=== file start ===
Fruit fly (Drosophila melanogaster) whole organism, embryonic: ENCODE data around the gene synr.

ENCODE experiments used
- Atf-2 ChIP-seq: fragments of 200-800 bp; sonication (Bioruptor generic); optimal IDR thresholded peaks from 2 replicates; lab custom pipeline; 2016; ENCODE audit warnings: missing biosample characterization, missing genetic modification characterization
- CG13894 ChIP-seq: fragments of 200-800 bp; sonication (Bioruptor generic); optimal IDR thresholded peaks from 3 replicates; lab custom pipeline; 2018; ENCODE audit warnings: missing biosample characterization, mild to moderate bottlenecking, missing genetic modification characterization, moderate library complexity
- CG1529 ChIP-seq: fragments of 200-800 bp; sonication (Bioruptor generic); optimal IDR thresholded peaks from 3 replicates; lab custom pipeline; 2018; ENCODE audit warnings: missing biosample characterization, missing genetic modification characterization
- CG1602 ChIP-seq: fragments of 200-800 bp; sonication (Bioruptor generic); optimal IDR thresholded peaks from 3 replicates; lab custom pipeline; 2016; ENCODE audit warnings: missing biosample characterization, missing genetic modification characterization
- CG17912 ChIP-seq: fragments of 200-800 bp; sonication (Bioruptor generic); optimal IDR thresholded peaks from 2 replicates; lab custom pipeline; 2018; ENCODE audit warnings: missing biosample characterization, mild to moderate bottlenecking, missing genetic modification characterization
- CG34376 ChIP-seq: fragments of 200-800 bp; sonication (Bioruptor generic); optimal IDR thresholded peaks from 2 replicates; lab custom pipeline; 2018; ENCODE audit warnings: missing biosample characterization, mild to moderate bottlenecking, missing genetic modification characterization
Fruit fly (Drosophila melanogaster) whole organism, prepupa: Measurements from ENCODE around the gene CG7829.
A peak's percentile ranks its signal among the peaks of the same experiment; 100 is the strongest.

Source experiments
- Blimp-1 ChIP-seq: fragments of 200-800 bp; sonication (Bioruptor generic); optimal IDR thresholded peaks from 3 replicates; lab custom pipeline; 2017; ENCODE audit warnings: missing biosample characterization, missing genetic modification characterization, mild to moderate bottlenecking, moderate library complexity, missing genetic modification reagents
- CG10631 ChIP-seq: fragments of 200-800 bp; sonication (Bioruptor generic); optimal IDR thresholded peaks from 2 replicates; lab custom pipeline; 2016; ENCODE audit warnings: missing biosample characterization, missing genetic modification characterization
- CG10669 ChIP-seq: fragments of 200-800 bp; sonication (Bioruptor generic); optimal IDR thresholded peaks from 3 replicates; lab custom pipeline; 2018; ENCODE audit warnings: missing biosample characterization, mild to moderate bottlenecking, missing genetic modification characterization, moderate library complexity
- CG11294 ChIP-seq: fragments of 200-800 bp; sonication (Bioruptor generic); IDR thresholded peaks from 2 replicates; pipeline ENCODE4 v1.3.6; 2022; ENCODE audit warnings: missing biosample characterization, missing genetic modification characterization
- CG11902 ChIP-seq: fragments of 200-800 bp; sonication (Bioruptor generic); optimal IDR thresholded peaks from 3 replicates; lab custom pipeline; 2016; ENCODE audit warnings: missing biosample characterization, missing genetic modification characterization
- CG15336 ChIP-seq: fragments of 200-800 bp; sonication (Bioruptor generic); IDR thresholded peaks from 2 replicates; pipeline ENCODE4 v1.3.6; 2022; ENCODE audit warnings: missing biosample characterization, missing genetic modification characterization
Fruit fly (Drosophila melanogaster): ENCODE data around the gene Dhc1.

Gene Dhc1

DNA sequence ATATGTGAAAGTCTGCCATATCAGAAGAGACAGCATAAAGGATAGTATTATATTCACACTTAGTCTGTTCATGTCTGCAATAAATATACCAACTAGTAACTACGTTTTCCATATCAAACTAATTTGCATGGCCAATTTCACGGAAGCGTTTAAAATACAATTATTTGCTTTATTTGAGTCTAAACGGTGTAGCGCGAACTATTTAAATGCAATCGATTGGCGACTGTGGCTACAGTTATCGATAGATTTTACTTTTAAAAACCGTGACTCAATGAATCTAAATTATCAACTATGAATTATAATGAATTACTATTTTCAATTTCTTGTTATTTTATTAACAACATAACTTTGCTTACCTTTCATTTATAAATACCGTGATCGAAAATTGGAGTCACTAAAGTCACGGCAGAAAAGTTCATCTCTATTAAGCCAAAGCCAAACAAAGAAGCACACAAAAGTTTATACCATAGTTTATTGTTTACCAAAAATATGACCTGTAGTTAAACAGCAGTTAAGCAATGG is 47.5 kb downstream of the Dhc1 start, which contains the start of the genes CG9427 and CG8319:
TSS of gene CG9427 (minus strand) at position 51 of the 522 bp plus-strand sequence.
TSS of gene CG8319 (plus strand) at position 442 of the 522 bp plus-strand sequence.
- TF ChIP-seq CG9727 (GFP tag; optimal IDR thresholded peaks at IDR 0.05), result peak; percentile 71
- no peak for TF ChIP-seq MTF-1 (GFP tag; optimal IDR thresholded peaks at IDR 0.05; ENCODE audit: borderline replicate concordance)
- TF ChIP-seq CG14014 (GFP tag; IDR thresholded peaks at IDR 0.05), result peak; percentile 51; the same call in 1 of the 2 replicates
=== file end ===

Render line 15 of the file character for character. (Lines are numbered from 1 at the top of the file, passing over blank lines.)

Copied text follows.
- CG11294 ChIP-seq: fragments of 200-800 bp; sonication (Bioruptor generic); IDR thresholded peaks from 2 replicates; pipeline ENCODE4 v1.3.6; 2022; ENCODE audit warnings: missing biosample characterization, missing genetic modification characterization